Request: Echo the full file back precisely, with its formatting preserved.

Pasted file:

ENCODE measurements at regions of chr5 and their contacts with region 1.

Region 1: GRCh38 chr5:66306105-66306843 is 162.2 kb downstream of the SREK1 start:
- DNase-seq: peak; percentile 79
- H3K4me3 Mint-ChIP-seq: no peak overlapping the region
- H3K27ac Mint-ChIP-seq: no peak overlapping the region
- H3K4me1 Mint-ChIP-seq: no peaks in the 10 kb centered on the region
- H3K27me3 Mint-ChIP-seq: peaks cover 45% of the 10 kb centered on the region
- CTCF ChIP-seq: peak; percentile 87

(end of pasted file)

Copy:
ENCODE measurements at regions of chr5 and their contacts with region 1.

Region 1: GRCh38 chr5:66306105-66306843 is 162.2 kb downstream of the SREK1 start:
- DNase-seq: peak; percentile 79
- H3K4me3 Mint-ChIP-seq: no peak overlapping the region
- H3K27ac Mint-ChIP-seq: no peak overlapping the region
- H3K4me1 Mint-ChIP-seq: no peaks in the 10 kb centered on the region
- H3K27me3 Mint-ChIP-seq: peaks cover 45% of the 10 kb centered on the region
- CTCF ChIP-seq: peak; percentile 87